Costa is widely thought of as a basic poacher, and it is his sense for standing right where the ball will eventually end up that makes him such a great scorer. But that label also underrates the breadth of his skills. He is a tireless worker, always sprinting around both in attack and when defending; he is a very good target man, capable of fighting off big center backs to trap long passes forward before zipping the ball off to a midfielder or winger; his ability to turn in the tiniest pockets of space is nearly unrivaled; and he is pretty good at playing defense-splitting passes, too. Because he’s not a flashy dribbler, it’s easy to look at his game and think of him as something of a throwback to a time when center forwards just scored goals. In reality, he is a player with a wide range of abilities, and for that reason is a great, complete modern striker.
After a dip in performances and progression last season, Hazard too has reemerged right along the growth curve he had been on in years prior, the one that had most everyone placing the Belgian winger in that select subset of great players just behind Messi and Ronaldo, with a real chance to break into that uppermost of echelons in the future.
The one thing that’s historically prevented Hazard from being one of the sport’s very best players has been his lack of production in terms of goals. He’s always scored a good amount (figures usually boosted by penalties) but his stats on that end look more like those of Juan Mata—a very good player who nonetheless would never be considered one of the 10 best in the world—than of Arjen Robben. And as we’ve seen, the best forwards of this era are the ones who score a lot.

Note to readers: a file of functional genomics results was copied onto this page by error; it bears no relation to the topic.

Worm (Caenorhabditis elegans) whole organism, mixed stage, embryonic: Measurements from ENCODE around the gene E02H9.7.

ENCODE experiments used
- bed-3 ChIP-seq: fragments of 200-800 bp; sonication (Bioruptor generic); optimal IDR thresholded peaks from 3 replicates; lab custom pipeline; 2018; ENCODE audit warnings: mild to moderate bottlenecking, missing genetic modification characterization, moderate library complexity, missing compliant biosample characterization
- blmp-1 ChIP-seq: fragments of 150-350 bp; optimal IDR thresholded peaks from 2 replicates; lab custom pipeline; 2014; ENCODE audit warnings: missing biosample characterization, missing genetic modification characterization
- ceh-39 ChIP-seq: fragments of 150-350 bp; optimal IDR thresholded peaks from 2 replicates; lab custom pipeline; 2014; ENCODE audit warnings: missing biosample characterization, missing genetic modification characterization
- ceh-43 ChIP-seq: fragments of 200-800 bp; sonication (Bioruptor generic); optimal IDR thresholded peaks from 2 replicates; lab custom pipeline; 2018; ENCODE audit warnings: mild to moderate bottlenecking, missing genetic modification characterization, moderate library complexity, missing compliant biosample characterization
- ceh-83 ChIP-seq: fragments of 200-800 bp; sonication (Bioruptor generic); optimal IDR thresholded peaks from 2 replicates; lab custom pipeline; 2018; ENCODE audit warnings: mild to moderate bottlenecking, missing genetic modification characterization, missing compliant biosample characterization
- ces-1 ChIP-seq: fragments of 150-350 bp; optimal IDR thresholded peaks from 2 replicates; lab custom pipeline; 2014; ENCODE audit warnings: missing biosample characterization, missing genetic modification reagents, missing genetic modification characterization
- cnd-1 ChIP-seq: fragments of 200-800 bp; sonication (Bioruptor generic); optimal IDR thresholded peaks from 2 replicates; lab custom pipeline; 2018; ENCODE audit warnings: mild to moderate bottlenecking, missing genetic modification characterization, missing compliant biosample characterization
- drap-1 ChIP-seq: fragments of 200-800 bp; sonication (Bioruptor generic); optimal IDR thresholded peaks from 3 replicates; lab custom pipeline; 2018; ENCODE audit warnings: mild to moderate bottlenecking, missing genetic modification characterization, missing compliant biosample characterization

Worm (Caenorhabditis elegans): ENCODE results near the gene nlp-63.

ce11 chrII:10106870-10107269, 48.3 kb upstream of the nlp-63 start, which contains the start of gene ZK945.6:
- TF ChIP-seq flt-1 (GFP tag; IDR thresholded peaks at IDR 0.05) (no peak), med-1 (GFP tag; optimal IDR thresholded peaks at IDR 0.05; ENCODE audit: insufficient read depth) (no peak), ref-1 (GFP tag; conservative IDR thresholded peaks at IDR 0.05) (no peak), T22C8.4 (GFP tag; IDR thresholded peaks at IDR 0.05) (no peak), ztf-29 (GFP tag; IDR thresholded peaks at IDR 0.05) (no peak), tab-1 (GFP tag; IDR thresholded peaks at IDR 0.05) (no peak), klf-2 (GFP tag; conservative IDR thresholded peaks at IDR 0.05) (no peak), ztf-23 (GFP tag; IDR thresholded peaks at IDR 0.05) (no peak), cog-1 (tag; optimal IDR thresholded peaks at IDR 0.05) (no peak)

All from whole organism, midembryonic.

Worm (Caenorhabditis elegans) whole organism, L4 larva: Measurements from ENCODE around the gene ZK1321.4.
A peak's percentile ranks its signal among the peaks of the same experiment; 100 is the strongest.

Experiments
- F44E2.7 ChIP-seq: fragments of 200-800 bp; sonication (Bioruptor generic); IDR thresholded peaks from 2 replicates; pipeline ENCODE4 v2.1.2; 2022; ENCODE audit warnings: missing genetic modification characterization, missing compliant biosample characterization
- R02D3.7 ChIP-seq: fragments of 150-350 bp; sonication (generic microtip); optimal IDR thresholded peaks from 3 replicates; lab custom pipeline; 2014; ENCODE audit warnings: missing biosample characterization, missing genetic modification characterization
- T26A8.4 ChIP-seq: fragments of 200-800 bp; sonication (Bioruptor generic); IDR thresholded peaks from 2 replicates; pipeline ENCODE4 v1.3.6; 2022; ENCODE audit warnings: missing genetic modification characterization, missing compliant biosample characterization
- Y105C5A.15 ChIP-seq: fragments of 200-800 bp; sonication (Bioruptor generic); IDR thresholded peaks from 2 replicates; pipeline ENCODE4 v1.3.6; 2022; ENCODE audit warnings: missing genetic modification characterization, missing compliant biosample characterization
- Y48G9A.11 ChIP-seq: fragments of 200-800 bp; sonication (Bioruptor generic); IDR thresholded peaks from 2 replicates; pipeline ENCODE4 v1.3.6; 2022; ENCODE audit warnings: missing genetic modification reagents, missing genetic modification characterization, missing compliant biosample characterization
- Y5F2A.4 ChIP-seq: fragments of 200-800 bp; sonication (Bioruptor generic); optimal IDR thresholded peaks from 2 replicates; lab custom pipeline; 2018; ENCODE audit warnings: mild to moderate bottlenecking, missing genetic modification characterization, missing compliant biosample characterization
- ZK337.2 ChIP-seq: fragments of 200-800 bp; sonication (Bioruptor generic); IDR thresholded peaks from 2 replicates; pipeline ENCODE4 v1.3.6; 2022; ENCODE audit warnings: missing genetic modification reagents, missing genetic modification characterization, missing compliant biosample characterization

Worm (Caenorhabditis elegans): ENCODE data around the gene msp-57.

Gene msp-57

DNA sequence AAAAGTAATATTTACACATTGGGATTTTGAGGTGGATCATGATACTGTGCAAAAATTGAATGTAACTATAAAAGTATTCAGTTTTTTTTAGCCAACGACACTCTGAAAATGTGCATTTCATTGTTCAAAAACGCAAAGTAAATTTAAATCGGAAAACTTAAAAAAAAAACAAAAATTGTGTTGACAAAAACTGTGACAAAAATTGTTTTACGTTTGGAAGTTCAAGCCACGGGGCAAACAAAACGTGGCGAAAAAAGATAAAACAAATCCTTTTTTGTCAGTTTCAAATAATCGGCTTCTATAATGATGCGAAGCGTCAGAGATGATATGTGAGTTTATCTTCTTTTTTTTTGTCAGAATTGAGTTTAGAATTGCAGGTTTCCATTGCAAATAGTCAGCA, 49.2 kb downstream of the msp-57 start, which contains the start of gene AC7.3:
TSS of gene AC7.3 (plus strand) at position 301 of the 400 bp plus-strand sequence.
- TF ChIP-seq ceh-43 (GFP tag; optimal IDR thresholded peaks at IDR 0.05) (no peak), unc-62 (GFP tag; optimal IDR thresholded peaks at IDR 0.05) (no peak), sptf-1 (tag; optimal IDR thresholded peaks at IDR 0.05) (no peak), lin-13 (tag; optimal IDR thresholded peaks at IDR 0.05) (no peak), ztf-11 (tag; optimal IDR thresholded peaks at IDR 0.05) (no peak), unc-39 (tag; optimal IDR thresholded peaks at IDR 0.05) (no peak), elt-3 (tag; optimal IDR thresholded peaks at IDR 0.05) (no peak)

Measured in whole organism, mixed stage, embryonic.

This season has been different. Hazard has been liberated from much of the positional and defensive constraints placed on him under Mourinho and is now allowed free roam within Antonio Conte’s tactics. Not only that, the move to the 3-4-3 formation has positioned Hazard further forward and a bit more centrally than before. With this freedom of movement and proximity to goal, Hazard has become the most deadly version of himself we’ve yet seen, evidenced by his improved goal stats. Managers have tinkered with the idea of playing Hazard more centrally from time to time in order to get more out of him, but it’s never really taken before. Now, Hazard is regularly causing havoc from his closer-to-goal wing position, and even dominated the game against Bournemouth on Boxing Day playing as a false nine. This is the best he’s ever played.
Of course, Costa and Hazard aren’t the only Chelsea players thriving. Victor Moses looks like a whole new player as an all-action wing back; Nemaja Matić is once again playing like a high-quality central midfielder; after a somewhat shaky start to life in London, N’Golo Kanté has been unleashed to terrorize opposing midfields the way he did with Leicester last season; César Azpilicueta has adapted perfectly to life as a center back; David Luiz has somehow avoided doing dumb shit regularly; and even Cesc Fàbregas has proven useful during his recent reintroduction into the team.
Nevertheless, the contributions of Costa and Hazard have been the most decisive during this first half of what very well might be a surprise title-winning campaign. At their best, these two are capable of turning would-be losses to draws and draws into wins. And when you get both of them in peak form, as Costa and Hazard have been in all year, there’s no limit to what this team can achieve.